By Maj. Gen. James Milano, Fort Jackson Commanding GeneralMarch 29, 2012
FORT JACKSON, S.C. -- If you are a single Soldier on post, you need to be taking advantage of the Better Opportunities for Single Soldiers program, if you have not already done so.
The BOSS program not only has a positive effect on its participants, but it affects the surrounding community because of the numerous community service events and projects that BOSS carries out each year. The program is run by single Soldiers to serve the needs of single Soldiers. There are three components to the program: recreational activities, quality of life and community service.
The BOSS program got its start in 1989 to address the recreational needs of single Soldiers between the ages of 18 and 25, a demographic that makes up 35 percent of the Army. The program was subsequently expanded after members expressed an interest to participate in community service.
Our BOSS participants have built a lot of camaraderie while taking trips to Myrtle Beach, Six Flags and Savannah. They also have numerous activities and get-togethers on post, and FMWR deserves a lot of credit in making many of the activities happen. The events can be planned in conjunction with FMWR activities or solely by the BOSS council. Soldiers assume the primary role in planning the events, but FMWR coordinates them through its BOSS adviser.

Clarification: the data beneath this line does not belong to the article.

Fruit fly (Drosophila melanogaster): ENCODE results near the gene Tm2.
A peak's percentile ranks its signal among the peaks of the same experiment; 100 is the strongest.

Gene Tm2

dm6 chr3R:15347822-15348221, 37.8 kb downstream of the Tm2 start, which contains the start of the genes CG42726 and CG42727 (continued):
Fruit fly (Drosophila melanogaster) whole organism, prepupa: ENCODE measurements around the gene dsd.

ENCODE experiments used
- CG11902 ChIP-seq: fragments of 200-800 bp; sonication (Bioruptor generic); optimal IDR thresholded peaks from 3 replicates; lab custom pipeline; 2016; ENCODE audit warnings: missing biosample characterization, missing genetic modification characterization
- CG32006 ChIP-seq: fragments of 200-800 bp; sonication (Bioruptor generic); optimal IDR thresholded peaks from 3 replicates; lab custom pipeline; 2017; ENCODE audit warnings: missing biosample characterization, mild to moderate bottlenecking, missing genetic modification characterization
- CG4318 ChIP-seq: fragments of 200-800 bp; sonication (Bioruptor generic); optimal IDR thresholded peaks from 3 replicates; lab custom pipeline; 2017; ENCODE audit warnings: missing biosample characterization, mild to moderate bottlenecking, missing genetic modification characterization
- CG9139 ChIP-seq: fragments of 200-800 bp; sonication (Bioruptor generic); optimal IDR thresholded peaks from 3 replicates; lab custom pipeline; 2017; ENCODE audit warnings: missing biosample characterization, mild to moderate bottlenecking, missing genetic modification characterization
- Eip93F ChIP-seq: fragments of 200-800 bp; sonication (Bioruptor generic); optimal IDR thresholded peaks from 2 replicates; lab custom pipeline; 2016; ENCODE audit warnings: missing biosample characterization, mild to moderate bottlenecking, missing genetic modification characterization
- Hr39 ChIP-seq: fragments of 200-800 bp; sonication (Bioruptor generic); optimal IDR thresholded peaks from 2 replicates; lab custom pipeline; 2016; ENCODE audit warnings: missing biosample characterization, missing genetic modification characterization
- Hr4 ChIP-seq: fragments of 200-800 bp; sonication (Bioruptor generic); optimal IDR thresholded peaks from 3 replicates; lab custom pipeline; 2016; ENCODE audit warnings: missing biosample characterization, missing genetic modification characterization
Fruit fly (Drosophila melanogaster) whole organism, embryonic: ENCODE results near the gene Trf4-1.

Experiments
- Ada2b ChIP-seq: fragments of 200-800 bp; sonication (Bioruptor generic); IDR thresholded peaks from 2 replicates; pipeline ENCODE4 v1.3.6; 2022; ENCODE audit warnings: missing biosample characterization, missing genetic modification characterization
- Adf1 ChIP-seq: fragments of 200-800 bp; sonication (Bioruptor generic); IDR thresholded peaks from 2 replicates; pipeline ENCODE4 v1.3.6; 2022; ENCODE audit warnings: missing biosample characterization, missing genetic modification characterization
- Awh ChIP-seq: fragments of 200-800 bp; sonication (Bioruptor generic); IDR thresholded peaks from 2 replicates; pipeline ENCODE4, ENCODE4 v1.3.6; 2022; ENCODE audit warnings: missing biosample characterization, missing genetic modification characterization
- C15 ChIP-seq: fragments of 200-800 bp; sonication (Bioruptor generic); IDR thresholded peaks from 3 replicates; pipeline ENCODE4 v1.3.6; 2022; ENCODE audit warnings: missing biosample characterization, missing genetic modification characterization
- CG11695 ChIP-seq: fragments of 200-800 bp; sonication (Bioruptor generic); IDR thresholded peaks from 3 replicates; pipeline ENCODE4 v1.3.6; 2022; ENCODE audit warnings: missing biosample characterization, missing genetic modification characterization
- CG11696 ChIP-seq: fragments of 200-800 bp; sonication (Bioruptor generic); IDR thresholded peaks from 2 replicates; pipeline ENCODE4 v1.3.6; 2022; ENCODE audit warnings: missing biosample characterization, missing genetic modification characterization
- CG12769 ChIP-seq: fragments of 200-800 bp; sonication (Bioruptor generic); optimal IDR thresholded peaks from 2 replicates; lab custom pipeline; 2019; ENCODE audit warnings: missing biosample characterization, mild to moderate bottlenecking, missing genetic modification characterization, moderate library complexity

On Fort Jackson, there are approximately 900 single Soldiers, so we need to make sure that their issues and concerns are heard and addressed. The fact that BOSS offers single Soldiers a platform to voice their concerns to senior leadership is of paramount importance. BOSS holds meetings twice a month on the first and third Wednesdays. At those meetings, Soldiers have an opportunity to raise their issues -- regardless of how small they might seem to others. Our leaders have shown great support for BOSS, which tells the Soldiers that they care and that their welfare and morale are important.
Just last month, Command Sgt. Maj. Benson and I attended a BOSS meeting, where Soldiers shared their issues with us along with the garrison command team, and it was an enlightening experience. Some specific items from single Soldiers that gained attention included snack machines in the barracks, locks on the laundry room in the community center, and Internet and cable provider services for the barracks.
Additionally, our BOSS program has an extremely positive effect on the greater Columbia area through its support of community service events and projects. Some of the most recent projects included food and clothing drives, Adopt-a-School, and assistance with the Exceptional Family Member Program talent show.
It's evident that we have an outstanding BOSS program on post, yet I am told that one of the greatest challenges that we face is getting Soldiers involved in it. I am not sure if I understand that. I would think that single Soldiers would be lined up to participate in a program such as this.
Fort Jackson BOSS president, Sgt. Jessica Garrett, puts it this way:
"BOSS is so vital to the single Soldiers because it truly is Soldiers helping Soldiers and helping to make their community a better place."
I concur wholeheartedly. If you're not involved, check it out.
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